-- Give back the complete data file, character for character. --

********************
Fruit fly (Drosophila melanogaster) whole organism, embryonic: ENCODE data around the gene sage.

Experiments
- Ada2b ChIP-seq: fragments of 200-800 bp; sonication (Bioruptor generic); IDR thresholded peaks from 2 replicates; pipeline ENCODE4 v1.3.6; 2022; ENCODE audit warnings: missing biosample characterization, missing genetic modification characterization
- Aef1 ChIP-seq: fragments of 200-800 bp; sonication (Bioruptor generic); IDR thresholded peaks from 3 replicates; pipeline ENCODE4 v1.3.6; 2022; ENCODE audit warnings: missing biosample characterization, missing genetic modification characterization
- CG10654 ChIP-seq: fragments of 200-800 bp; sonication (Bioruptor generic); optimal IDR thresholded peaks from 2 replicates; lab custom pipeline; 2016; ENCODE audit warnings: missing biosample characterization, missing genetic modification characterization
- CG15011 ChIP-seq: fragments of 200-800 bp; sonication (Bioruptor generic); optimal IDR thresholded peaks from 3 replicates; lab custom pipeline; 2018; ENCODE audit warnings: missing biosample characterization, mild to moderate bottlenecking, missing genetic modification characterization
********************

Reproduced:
Fruit fly (Drosophila melanogaster) whole organism, embryonic: ENCODE data around the gene sage.

Experiments
- Ada2b ChIP-seq: fragments of 200-800 bp; sonication (Bioruptor generic); IDR thresholded peaks from 2 replicates; pipeline ENCODE4 v1.3.6; 2022; ENCODE audit warnings: missing biosample characterization, missing genetic modification characterization
- Aef1 ChIP-seq: fragments of 200-800 bp; sonication (Bioruptor generic); IDR thresholded peaks from 3 replicates; pipeline ENCODE4 v1.3.6; 2022; ENCODE audit warnings: missing biosample characterization, missing genetic modification characterization
- CG10654 ChIP-seq: fragments of 200-800 bp; sonication (Bioruptor generic); optimal IDR thresholded peaks from 2 replicates; lab custom pipeline; 2016; ENCODE audit warnings: missing biosample characterization, missing genetic modification characterization
- CG15011 ChIP-seq: fragments of 200-800 bp; sonication (Bioruptor generic); optimal IDR thresholded peaks from 3 replicates; lab custom pipeline; 2018; ENCODE audit warnings: missing biosample characterization, mild to moderate bottlenecking, missing genetic modification characterization